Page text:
The Senate on Thursday started work on a bill for a law seeking the establishment of a national agency for education and rehabilitation of repentant Boko Haram insurgents.
When it eventually becomes a law, it will ensure de-radicalisation of repentant Boko Haram militants and other insurgents.
The bill, which was sponsored by the All Progressives Congress member representing Yobe East Senatorial District, and former governor of Yobe State, Senator Ibrahim Gaidam, passed the first reading on Thursday.
But few hours after it passed the first reading, the bill attracted mixed reactions with the Chibok Community, which was attacked by the insurgents in 2014, and the Christian Association of Nigeria condemning it.
It was, however, supported by the Nigerian Supreme Council for Islamic Affairs.
Reading the bill, Geidam, who is from the same state with the President of the Senate, Ahmad Lawan, said the document titled, “National agency for the education, rehabilitation, de-radicalization and integration of repentant insurgents in Nigeria,” would ensure that repentant insurgents were fully integrated into society.
The proposed agency, according to the legislation, would provide education opportunities for the insurgents.
It will also rehabilitate, de-radicalise and integrate the repentant insurgents in the country. The proposed agency, according to the bill, will provide recreational sports and fine arts programmes for the repentant insurgents.
The bill also states that the agency will be able to gain a greater understanding of both the immediate needs for combating Boko Haram, as well as tool for counter-radicalisation in the future, by maintaining open lines of communication.
The proposed agency will also provide vocational rehabilitation facilities for the repentant terrorists to learn carpentry, clay shaping, pottery and the like.
The bill adds that repentant insurgents will make use of art through drawings, guided by professional art therapists.
The main aims of the bill are to “provide avenue for rehabilitating, de-radicalising, educating and reintegrating the defectors, repentant and detained members of the insurgent group Boko Haram to make them useful members of the society.
“Provide avenue for reconciliation and promote national security. Provide an-open-door and encouragement for other members of the group who are still engaged in the insurgency to abandon the group, especially in the face of the military pressure.
“Give the government an opportunity to derive insider-information about the insurgent group for greater understanding of the group and its inner workings.
“Gain greater understanding of the insurgents will enable government to address the immediate concerns of violence and study the needs of de-radicalization effort to improve the process of de-radicalization.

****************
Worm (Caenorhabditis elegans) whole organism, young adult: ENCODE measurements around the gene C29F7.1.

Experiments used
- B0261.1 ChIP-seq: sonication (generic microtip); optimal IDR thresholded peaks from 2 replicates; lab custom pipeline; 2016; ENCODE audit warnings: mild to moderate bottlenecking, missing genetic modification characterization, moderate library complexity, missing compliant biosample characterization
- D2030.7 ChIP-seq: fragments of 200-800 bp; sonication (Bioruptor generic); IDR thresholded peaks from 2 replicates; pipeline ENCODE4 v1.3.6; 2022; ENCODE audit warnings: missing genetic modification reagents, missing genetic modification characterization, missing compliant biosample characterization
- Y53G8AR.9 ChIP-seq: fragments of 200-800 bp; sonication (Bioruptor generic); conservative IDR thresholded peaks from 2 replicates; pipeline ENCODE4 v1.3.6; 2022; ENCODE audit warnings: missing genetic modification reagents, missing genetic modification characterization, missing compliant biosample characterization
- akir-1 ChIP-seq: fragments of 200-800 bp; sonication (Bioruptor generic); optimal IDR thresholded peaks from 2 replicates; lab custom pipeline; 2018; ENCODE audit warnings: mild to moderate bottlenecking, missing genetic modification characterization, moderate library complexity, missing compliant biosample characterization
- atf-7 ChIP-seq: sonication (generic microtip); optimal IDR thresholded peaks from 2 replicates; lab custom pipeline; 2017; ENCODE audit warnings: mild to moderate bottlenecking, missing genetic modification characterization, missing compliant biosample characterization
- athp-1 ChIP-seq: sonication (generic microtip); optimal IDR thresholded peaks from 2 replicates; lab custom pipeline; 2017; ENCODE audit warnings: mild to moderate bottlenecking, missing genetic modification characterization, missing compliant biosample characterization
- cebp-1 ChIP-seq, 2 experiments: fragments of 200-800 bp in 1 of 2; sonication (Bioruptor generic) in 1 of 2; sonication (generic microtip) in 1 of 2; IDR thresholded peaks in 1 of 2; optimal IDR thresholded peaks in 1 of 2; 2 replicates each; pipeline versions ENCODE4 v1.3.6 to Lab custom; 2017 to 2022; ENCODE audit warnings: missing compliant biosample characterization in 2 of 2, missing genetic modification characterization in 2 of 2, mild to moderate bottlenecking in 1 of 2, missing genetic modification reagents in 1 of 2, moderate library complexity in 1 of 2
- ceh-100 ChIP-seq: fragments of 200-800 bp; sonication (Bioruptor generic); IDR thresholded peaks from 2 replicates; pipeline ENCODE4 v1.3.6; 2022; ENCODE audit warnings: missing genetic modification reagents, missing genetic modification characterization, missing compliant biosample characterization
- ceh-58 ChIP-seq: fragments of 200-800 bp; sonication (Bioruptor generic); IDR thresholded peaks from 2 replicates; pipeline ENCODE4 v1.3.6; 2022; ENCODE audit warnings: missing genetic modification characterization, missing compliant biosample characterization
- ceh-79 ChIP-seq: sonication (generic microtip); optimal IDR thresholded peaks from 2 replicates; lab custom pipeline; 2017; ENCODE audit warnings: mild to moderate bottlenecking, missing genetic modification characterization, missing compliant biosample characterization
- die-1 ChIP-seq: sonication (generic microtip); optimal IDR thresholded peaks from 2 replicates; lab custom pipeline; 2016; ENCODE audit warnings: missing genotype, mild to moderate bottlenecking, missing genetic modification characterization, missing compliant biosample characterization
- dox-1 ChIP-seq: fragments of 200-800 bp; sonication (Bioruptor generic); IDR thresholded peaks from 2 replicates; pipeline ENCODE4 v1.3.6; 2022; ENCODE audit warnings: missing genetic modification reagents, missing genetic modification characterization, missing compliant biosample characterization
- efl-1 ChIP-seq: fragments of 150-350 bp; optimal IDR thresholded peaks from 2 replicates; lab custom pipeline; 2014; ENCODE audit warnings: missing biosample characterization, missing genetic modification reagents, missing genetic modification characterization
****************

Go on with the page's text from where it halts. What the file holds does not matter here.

“Help disintegrate the violent and poisonous ideology that the group spreads as the programme will enable some convicted or suspected terrorists to express remorse over their actions.
“Make them repent and recant their violent ideology and re-enter mainstream politics, religion and society.”
Recall that the military established a rehabilitating centre in Gombe State for repentant Boko Haram terrorists.
The centre, it was reported, had trained and rehabilitated over 1,000 insurgents since its inception over three years ago.
The Borno State Government had also revealed that about 1,400 repentant Boko Haram suspects had been released by the military and rehabilitated into society.
The Federal Government had in 2017 established the North-East Development Commisson, after a bill establishing it was passed by the National Assembly.
The NEDC is charged with the responsibility to, “among other things, receive and manage funds from allocation of the federal account and international donors for the settlement, rehabilitation and reconstruction of roads, houses and business premises of victims of insurgency as well as tackling menace of poverty, illiteracy level, ecological problems and any other related environmental or developmental challenges in the North-East states”- Adamawa, Bauchi, Borno, Gombe, Taraba, Yobe.
FG trying to make insurgency a lucrative business – CAN
CAN’s Director of Legal and Public Affairs, Kwamkur Samuel, in an interview with The PUNCH, said he was not aware of any nation that had successfully undertaken the project of de-radicalising, rehabilising and empowering terrorists.
He stated, “We shall be ready for them at the public hearing on such bills. If the Federal Government is not having an ulterior motive of rewarding terrorism through that bill as most Nigerians believe, the FG, instead, would have put a bill in place that will provide adequate relief materials for victims of terrorism, and concrete measures proposed for adequate compensation for them as well.